Hearing is a critical sense that can have a large affect on a child’s development, especially his or hers ability to speak and understand language

Ideally, a hearing loss should be identified by the time the child is three months old. There is a mandatory hearing test done before the baby leaves the hospital, and if the baby does not pass they are referred for a second test shortly afterwards. It is important to note that a hearing loss in one ear with normal hearing levels in the other can also delay speech and language development.
“Congenital hearing loss is the most common birth defect in developed countries with a rate of about 1.6 per 1,000 live births with permanent hearing loss being the most common type,” said Patricia E. Connelly, pediatric audiologist at Kireker Center for Child Development at The Valley Hospital in Ridgewood. “Unfortunately, the rate of permanent childhood hearing impairment increases through infancy, and by age four to five years it affects 3.5 per 1,000 children.”

Below are the most common signs of hearing loss that a parent or caregiver should be aware of:

  • Failed the newborn hearing screening
  • Does not startle to sudden sounds
  • Does not respond to music or voices
  • Fails to babble and imitate different sounds
  • Ignores their name or novel sounds
  • Does not understand common words by age one.

The earlier the better when it comes to intervention in terms of speech, language, social and emotional development.

Now very common is a noise induced hearing loss in teens caused by excessive exposure to loud music or gaming, this is caused by listening at harmful, loud sound levels through their earbudsor headphones. This can be avoided, with earbuds that limit the intensity of sound no matter how high the volume is set.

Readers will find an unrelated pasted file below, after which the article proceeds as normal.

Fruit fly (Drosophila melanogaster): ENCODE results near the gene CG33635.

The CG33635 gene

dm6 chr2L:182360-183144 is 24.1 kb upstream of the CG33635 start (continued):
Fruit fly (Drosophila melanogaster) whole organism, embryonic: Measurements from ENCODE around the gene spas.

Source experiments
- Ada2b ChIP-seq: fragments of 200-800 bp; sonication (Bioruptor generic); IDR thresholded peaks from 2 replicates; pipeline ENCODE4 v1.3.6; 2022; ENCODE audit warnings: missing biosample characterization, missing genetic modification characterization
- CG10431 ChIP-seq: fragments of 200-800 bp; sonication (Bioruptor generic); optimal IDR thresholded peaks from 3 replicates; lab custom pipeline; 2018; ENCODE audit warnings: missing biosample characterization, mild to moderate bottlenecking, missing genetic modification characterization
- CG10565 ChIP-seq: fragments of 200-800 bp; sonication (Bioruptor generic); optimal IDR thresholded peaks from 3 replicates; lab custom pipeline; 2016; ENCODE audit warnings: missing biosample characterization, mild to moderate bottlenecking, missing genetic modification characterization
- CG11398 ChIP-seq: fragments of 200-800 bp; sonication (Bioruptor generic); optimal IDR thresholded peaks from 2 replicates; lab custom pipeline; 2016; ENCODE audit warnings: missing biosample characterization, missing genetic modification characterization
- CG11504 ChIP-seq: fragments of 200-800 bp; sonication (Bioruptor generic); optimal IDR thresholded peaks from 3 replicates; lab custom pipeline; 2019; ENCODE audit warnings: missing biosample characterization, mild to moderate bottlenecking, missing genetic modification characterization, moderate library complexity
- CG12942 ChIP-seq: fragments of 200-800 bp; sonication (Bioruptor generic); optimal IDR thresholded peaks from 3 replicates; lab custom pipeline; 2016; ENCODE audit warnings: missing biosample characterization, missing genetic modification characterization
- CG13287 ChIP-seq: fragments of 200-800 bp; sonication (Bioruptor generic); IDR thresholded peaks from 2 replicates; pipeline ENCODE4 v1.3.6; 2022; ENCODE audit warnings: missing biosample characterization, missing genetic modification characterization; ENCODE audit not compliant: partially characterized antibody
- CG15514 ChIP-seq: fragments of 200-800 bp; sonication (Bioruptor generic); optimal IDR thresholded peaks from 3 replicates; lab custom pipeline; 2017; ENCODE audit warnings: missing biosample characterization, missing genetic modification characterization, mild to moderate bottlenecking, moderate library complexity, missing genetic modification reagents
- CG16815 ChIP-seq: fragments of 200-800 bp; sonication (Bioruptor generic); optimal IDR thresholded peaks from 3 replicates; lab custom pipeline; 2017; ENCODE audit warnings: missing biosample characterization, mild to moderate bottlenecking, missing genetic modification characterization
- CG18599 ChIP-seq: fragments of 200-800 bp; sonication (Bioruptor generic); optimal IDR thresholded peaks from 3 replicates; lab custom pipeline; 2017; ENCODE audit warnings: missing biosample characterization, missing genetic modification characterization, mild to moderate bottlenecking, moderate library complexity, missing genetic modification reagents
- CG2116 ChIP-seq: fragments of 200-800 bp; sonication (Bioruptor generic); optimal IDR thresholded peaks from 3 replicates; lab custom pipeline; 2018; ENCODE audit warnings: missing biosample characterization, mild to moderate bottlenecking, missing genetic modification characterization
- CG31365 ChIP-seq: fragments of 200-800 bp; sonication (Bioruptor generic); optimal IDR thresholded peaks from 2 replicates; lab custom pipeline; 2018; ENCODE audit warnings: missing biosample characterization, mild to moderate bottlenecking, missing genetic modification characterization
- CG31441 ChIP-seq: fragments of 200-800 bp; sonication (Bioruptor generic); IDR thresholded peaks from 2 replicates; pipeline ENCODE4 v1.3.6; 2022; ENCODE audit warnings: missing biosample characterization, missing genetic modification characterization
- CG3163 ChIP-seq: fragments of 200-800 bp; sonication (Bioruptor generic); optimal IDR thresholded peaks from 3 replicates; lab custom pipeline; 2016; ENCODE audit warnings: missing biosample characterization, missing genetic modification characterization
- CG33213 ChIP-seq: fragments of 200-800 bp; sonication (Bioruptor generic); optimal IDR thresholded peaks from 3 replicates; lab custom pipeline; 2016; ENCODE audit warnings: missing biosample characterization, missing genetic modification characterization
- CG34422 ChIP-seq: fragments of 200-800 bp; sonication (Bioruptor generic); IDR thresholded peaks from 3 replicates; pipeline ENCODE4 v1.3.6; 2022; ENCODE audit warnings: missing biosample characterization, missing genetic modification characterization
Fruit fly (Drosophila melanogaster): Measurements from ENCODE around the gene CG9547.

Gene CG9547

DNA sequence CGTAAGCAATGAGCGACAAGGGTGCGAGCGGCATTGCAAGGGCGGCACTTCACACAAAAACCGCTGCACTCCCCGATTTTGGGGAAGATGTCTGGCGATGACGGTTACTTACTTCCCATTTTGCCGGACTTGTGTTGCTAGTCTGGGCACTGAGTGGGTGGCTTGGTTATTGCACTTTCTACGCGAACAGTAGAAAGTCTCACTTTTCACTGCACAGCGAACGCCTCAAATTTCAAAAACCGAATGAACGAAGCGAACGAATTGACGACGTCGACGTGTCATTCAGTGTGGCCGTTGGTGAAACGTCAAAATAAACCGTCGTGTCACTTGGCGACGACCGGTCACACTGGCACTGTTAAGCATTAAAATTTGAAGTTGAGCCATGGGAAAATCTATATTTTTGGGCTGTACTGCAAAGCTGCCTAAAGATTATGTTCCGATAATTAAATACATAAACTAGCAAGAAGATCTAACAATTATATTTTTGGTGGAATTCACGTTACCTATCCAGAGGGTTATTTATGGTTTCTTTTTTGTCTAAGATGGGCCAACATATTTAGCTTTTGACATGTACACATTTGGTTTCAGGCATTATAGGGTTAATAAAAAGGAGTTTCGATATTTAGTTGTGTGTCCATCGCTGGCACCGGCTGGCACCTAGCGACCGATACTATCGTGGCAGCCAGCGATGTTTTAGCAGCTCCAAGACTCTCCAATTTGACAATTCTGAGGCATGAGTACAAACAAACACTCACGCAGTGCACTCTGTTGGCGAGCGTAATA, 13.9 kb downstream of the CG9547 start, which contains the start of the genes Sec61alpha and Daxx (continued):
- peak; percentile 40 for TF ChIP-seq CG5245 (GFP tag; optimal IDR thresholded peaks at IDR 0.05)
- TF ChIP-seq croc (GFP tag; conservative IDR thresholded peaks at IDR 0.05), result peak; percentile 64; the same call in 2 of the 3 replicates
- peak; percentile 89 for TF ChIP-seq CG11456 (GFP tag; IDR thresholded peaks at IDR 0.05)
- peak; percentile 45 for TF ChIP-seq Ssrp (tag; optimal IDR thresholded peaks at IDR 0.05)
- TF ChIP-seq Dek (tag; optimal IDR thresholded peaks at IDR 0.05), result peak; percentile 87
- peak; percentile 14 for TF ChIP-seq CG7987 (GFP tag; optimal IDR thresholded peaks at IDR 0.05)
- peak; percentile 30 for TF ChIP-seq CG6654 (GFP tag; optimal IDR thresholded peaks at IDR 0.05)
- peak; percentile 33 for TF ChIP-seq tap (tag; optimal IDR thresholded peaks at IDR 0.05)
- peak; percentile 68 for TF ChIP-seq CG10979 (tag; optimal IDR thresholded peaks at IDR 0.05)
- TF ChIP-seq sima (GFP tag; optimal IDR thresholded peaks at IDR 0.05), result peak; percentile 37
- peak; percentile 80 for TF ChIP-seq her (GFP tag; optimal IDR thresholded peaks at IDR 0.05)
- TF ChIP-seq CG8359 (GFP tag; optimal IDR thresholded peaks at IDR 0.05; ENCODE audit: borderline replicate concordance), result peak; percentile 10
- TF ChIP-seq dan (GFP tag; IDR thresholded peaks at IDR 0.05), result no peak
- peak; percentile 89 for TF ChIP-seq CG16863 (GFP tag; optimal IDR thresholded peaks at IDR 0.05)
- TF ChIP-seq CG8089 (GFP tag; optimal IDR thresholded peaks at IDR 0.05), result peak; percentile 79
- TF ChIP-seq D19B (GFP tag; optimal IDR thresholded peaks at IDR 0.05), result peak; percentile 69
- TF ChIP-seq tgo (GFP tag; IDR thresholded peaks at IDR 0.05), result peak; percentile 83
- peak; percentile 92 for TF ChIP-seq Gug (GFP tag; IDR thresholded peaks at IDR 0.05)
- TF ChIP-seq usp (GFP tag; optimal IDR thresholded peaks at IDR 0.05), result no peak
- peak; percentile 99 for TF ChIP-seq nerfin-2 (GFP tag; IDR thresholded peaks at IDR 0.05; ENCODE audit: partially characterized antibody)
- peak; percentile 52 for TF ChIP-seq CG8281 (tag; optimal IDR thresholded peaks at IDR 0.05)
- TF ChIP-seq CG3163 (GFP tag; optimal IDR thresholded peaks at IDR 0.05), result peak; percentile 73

At speech therapy works we implement strategies that promote the child to communicate and maintain eye contact to further speech and language development. Simple strategies such as bringing objects to your face before giving it to the child will encourage them to look at your mouth and associate the word with the object. We work with the parents and caregivers by giving them strategies they can use every day in a natural setting, as well as encourage detailed hearing testing by an audiologist to ensure that the child can hear every frequency. Even by missing a few frequencies the child may be losing a lot of hearing (a high frequency hearing loss will result in the child being unable to hear ‘s’, ‘f’, ‘h’, ‘th’, etc. which makes up a large part of the English language).

Learn more at http://www.northjersey.com/news/health-news/unchecked-hearing-loss-in-children-can-impact-speech-and-learning-1.1383362?page=2